Victoria Falls, published in Missionary Travels

“Livingstone’s Missionary Travels Manuscript (1857)” – Alpha Edition Published

Justin D. Livingstone (Queen’s University Belfast), author

Livingstone Online is delighted to announce the publication of a major critical edition of Livingstone’s Missionary Travels Manuscript (1857).

Missionary Travels and Researches in South Africa is the result of Livingstone’s sixteen years’ residence in south-central Africa and his celebrated transcontinental journey from Angola to Mozambique between 1852 and 1856. The book is also Livingstone’s major literary accomplishment. It serves as the primary statement of both his personal objectives and his theories about the future prospects of southern Africa. Following publication, the book became one of the most influential works on Africa in the mid-Victorian period.

David Livingstone – Lake Ngami (Painted Magic Lantern Slide) [1857]. Copyright National Library of Scotland. Creative Commons Share-alike 2.5 UK: Scotland (https://creativecommons.org/licenses/by-nc-sa/2.5/scotland/). This slide depicts David and Mary Livingstone with an African attendant, at Lake Ngami in 1850 following their journey across the Kalahari Desert. The artist deploys familiar nineteenth-century racial stereotypes to represent the attendant, while portraying the Livingstones in an idealised domestic scene designed to appeal to the Victorian public. The lakeside tableau is based on an illustration published in Missionary Travels (Livingstone 1857:opposite 66).
David Livingstone – Lake Ngami (Painted Magic Lantern Slide) [1857]. Copyright National Library of Scotland. Creative Commons Share-alike 2.5 UK: Scotland. This slide depicts David and Mary Livingstone with an African attendant, at Lake Ngami in 1850 following their journey across the Kalahari Desert. The artist deploys familiar nineteenth-century racial stereotypes to represent the attendant, while portraying the Livingstones in an idealised domestic scene designed to appeal to the Victorian public. The lakeside tableau is based on an illustration published in Missionary Travels (Livingstone 1857:opposite 66).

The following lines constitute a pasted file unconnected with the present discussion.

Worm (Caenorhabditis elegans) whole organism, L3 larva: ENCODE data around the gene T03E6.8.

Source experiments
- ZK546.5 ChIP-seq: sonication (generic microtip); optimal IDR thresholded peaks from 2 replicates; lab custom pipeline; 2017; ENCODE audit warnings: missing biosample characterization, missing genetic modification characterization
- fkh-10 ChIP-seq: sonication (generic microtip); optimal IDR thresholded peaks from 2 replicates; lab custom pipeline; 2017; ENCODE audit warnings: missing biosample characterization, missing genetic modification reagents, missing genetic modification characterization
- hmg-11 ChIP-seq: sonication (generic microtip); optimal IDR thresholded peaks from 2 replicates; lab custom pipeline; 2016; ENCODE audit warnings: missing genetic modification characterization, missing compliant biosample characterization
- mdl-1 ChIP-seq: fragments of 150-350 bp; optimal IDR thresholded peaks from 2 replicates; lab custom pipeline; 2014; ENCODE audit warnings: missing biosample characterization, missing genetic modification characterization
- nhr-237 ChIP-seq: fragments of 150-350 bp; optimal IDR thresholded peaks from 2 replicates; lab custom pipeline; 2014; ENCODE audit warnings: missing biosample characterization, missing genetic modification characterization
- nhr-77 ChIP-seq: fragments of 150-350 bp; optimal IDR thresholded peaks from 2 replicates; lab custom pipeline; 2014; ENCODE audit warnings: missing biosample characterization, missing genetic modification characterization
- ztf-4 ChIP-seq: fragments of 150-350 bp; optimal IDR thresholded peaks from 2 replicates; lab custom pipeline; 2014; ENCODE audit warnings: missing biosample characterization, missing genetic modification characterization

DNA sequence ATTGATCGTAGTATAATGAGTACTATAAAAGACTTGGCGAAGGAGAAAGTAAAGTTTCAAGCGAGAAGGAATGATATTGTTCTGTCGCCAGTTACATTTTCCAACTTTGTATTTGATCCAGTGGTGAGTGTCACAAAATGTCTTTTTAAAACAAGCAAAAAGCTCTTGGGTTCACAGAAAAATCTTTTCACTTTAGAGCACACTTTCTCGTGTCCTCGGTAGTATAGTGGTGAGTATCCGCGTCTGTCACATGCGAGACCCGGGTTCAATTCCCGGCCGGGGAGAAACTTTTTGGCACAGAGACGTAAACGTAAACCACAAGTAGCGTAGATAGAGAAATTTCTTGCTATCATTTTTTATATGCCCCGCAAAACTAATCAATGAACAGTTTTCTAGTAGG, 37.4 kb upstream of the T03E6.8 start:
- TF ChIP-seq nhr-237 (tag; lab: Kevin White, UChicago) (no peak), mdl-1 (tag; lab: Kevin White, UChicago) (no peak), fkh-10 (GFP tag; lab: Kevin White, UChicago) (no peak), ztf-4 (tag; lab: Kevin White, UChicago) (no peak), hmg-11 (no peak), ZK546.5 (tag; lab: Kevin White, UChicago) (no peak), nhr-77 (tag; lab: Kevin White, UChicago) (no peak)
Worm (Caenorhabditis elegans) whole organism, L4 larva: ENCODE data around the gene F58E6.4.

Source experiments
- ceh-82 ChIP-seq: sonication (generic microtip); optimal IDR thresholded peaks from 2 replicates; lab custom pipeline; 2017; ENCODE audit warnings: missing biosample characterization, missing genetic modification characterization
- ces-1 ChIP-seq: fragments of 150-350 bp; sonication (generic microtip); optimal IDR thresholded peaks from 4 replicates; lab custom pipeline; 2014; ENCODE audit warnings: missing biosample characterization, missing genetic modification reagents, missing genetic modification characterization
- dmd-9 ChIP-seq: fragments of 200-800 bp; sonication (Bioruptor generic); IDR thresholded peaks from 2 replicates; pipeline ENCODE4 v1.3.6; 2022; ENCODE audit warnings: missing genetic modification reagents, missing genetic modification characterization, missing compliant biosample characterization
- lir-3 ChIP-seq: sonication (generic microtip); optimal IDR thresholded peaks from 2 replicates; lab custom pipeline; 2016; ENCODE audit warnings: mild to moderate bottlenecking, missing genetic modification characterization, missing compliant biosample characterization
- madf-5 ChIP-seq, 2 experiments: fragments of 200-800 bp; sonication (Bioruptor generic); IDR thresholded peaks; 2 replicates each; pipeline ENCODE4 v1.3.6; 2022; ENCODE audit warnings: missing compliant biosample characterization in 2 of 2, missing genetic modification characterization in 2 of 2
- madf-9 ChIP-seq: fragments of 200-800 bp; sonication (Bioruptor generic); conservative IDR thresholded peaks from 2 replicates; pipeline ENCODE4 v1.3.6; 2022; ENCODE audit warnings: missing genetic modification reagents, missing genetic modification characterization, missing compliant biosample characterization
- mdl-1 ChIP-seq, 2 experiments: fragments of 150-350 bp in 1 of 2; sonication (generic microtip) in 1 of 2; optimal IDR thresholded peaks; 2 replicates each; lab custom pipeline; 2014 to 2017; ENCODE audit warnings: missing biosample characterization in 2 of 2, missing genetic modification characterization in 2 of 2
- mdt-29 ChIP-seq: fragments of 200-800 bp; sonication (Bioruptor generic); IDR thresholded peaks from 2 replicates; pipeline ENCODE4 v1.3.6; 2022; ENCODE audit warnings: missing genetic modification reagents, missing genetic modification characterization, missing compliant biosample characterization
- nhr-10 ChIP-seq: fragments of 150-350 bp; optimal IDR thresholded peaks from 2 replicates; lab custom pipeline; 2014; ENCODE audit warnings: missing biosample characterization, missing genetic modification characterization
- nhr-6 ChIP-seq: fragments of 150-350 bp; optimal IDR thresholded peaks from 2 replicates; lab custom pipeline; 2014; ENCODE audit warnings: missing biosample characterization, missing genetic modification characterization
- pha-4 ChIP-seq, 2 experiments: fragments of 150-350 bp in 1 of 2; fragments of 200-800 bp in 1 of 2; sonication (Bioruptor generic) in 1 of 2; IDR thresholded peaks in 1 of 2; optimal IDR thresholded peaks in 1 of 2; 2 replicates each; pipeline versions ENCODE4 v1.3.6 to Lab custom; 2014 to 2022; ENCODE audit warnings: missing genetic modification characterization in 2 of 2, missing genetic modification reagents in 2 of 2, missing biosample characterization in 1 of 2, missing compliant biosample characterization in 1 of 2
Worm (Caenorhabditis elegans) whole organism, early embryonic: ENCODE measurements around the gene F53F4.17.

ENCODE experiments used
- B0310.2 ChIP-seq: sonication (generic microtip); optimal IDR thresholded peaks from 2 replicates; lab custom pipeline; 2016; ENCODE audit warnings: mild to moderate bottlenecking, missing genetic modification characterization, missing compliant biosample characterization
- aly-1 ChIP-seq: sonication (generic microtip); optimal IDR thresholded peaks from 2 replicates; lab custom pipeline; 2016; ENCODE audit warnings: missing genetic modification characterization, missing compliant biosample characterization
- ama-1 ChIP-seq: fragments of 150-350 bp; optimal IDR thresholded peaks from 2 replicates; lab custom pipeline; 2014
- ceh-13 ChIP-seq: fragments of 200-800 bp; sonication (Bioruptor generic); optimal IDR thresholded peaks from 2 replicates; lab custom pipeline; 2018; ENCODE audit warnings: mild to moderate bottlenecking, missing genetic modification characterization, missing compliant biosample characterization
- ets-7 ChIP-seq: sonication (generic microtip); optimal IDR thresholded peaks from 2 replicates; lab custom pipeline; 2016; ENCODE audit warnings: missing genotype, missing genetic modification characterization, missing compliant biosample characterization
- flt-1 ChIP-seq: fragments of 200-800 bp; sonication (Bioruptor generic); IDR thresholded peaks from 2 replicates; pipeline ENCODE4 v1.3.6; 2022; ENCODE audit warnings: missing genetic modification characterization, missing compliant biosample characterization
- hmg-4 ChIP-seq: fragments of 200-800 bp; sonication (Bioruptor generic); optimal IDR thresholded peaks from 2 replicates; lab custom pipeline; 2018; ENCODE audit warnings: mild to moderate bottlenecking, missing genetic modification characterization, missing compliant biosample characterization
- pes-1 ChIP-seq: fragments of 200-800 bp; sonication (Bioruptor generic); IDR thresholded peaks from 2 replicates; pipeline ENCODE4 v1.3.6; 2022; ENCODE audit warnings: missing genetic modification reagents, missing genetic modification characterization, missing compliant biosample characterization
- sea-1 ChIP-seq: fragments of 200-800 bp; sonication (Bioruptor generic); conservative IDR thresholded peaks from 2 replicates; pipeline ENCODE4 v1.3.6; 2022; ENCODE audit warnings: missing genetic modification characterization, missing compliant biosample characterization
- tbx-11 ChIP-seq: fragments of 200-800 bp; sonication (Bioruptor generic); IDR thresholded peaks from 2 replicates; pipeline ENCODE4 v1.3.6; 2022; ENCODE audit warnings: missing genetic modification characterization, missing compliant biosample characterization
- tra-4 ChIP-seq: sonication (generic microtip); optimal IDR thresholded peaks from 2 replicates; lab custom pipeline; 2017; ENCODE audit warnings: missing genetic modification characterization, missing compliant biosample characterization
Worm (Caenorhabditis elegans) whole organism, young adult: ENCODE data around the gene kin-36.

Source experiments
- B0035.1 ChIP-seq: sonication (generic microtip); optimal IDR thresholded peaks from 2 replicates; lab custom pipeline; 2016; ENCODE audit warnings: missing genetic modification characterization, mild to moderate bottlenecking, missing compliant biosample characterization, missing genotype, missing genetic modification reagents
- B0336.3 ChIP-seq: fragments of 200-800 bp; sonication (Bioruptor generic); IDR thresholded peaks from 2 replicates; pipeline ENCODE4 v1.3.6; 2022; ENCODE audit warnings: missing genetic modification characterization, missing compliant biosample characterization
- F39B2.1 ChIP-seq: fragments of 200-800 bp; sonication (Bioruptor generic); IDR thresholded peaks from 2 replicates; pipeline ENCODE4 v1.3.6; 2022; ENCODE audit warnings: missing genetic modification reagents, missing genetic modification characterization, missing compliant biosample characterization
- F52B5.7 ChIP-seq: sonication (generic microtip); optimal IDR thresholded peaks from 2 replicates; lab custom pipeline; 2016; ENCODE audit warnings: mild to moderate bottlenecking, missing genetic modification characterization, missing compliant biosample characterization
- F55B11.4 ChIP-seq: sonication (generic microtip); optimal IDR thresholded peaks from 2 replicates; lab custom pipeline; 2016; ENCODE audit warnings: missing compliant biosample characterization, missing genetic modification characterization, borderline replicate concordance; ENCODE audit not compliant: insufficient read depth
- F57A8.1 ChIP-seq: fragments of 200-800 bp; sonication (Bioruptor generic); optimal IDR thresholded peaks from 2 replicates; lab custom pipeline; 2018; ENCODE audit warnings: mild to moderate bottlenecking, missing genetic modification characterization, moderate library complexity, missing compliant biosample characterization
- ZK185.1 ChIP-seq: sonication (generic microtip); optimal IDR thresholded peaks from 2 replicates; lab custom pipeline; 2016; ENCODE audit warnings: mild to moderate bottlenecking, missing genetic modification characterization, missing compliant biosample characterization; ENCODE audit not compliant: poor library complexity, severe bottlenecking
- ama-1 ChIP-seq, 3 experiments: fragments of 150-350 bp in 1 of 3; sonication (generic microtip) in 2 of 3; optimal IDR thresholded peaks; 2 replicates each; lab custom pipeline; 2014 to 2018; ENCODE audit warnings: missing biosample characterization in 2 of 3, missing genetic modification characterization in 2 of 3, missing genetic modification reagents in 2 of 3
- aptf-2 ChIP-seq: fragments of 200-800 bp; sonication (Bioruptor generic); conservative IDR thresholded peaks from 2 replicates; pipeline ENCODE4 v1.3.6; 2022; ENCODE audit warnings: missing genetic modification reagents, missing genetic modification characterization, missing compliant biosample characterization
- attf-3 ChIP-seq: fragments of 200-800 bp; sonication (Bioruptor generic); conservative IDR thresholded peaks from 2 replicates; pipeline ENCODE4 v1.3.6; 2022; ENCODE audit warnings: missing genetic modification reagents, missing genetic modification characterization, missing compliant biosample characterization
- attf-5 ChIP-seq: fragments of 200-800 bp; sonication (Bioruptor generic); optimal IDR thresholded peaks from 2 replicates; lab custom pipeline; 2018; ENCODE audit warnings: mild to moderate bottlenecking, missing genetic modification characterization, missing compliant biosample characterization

Livingstone Online’s newest edition offers unique insight into the creation of Livingstone’s bestselling book by focusing on the literary manuscript of Missionary Travels. This manuscript – which consists of over 1,100 handwritten pages – has never before been published, but is now made publicly available in the form of digital images and critically encoded transcriptions.

The Missionary Travels manuscript captures a key moment in the book’s development by revealing how Livingstone and his publisher, John Murray III, transformed the experiences of the field into a polished narrative of exploration for public circulation. The numerous instances of correction and redaction across the manuscript’s three volumes provide critical evidence of the composition, revision, and editorial practices that shaped the book as it was prepared for publication.

A screenshot of Livingstone Online’s manuscript viewer, showing a manuscript page and transcription from the Missionary Travels edition. Copyright Livingstone Online. Creative Commons Attribution-NonCommercial 3.0 Unported (https://creativecommons.org/licenses/by-nc/3.0/). This sample of the manuscript demonstrates some of its distinctive features, including marginal additions, deletions, overwriting, and correction by an editor in red ink. The transcription of this page demonstrates the various modes of display developed to represent these features on the screen.